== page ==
11. Indian Energy Scene Per capita electrical power consumption level is still very low. 1950 15.55 kWh 1985-86 178.00 kWh 1989-90 236.00 kWh 1993-94 310.00 kWh 1994-95 320.00 kWh 2001-02 401.00 kWh 2004-05 606.00 kWh

  12. Per Capita Energy ConsumptionIndia PRESENT LEVEL: 640 kWh

  13. Per Capita Energy ConsumptionIndia PRESENT LEVEL: 640 kWh TARGET: MISSION 2012: 1000 kWh

  14. Per Capita Energy ConsumptionIndia PRESENT LEVEL: 640 kWh TARGET: MISSION 2012: 1000 kWh PRESENT LEVEL FOR GUJARAT: 1320 kWh

  15. Bottom Line INDIA NEEDS TO CONSUME MORE ENERGY

  16. EnergyIntensityEnergy Cost As a Percentage of Manufacturing Cost

  17. Energy Costs In Indian Industry ( As % age of Manufacturing Cost ) • CEMENT : 34.9 % • ALUMINIUM : 34.2 % • GLASS : 32.5 % • CHEMICAL : 23.9 % • PAPER : 22.8 % • FERTILIZERS : 18.3 % • IRON & STEEL : 15.8 % • FOUNDRIES : 10.5 % • TEXTILES : 8.6 % • ELECT. ENGG. : 3.2 %

  18. Energy Efficiency

  19. Energy Costs In Indian Industry ( As % age of Manufacturing Cost ) Industry Unit India Developed Nations • IRON & STEELGcal/tonne 8 - 9.5 4 – 6 • CEMENT Gcal/tonne 1 – 4.4 0.6 – 0.9 • ALUMINIUM MWh/tonne 16 – 20 13 – 15 • PULP & PAPER kg Steam / kg 12 – 15 5 - 8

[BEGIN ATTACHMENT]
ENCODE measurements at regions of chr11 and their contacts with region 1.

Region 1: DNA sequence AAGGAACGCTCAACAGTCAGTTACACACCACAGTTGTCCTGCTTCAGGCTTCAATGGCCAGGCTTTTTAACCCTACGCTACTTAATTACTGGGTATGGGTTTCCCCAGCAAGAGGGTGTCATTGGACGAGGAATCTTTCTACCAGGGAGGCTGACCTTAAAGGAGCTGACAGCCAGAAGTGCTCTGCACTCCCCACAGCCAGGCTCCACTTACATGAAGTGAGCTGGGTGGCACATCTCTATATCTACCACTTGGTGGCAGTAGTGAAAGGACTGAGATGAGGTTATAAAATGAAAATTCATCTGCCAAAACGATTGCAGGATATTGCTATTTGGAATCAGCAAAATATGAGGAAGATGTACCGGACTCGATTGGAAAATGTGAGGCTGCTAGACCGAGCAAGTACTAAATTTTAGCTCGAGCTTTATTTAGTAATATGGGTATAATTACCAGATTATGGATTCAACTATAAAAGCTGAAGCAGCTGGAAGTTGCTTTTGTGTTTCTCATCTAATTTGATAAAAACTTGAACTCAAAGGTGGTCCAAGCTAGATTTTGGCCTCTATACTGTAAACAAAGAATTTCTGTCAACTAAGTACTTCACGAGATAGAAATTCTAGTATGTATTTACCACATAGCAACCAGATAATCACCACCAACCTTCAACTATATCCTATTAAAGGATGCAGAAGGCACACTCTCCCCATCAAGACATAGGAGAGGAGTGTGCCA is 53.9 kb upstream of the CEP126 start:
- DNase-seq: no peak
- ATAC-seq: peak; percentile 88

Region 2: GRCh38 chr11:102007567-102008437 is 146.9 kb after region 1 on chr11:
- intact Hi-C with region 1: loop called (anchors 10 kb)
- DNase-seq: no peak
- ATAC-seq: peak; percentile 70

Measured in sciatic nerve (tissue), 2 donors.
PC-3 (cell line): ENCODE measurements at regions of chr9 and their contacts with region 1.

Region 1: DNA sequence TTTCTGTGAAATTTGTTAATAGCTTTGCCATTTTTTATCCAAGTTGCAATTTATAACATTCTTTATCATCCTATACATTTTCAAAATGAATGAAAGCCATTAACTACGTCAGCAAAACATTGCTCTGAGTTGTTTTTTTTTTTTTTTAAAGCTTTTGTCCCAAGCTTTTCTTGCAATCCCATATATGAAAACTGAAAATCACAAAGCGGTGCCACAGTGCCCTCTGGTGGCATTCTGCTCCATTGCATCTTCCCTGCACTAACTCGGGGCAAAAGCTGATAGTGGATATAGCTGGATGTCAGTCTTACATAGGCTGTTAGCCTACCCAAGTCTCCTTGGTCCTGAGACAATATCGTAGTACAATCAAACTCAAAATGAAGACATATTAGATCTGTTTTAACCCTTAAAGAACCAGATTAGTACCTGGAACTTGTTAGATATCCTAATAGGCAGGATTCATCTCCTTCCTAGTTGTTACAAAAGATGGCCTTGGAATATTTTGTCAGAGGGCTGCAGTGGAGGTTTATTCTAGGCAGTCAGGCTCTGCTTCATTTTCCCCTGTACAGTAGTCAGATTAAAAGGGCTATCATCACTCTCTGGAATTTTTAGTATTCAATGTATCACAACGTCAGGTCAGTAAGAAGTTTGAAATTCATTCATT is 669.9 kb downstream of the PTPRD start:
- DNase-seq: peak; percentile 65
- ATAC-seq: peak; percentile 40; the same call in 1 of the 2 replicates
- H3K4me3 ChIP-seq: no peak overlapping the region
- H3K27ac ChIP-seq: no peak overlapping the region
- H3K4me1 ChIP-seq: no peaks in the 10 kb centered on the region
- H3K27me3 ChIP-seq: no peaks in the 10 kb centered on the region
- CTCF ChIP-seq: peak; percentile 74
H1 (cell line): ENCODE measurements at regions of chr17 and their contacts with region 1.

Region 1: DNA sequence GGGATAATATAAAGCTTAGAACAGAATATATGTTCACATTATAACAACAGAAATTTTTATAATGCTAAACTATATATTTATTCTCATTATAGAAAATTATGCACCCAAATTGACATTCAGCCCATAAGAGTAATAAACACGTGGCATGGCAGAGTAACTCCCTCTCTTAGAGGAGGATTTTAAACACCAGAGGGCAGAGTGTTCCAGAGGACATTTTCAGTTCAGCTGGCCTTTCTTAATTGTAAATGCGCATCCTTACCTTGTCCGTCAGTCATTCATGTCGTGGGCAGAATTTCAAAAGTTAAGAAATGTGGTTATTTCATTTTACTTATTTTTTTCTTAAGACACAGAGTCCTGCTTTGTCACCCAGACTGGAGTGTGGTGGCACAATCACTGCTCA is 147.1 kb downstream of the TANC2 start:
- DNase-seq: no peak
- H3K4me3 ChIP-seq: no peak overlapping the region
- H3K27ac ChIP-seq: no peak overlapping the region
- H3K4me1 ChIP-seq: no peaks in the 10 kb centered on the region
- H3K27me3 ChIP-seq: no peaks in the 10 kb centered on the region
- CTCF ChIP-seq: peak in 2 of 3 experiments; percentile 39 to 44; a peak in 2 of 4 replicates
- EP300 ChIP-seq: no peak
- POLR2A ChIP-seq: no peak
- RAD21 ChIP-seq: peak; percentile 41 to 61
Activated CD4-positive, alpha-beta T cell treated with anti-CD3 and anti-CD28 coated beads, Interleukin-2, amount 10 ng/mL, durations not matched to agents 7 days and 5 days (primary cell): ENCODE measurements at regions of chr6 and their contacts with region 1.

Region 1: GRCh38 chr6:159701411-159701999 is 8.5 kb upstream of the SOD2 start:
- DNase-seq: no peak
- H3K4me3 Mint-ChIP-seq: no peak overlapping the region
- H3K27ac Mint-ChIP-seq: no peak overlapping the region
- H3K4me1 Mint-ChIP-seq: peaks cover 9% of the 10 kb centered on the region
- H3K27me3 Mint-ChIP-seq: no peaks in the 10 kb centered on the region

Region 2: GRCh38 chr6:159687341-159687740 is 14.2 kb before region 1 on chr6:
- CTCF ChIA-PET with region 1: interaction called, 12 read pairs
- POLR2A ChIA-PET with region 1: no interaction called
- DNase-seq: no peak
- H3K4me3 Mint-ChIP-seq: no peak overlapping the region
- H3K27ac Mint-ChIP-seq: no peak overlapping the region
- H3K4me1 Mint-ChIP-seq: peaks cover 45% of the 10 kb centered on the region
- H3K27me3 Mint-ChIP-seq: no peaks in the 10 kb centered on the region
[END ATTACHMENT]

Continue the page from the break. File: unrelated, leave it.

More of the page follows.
20. Energy Intensities In Selected Industries ( Gcal / tonne ) STEEL CEMENT ALUMINIUM FERTILIZER • INDIA 9.50 2.00 33.00 11.25 • ITALY 4.03 0.89 ------ 9.92 • JAPAN 4.18 1.20 13.90 ------- • SWEDEN 5.02 1.40 16.50 ------- • U.K. 6.07 1.30 21.10 12.23 • U.S.A 6.06 0.95 9.50 11.32 • GERMANY 5.21 0.82 14.90 ------- • India over LOWEST 57.6% 59.0% 71.2% 11.8% • India over HIGHEST 36.1% 30.0% 36.1% -8.7%

  21. High Power Cost Makes Our Industry Noncompetitive

  22. KOREA 0.058 USA 0.060 CHINA 0.062 INDIA 0.095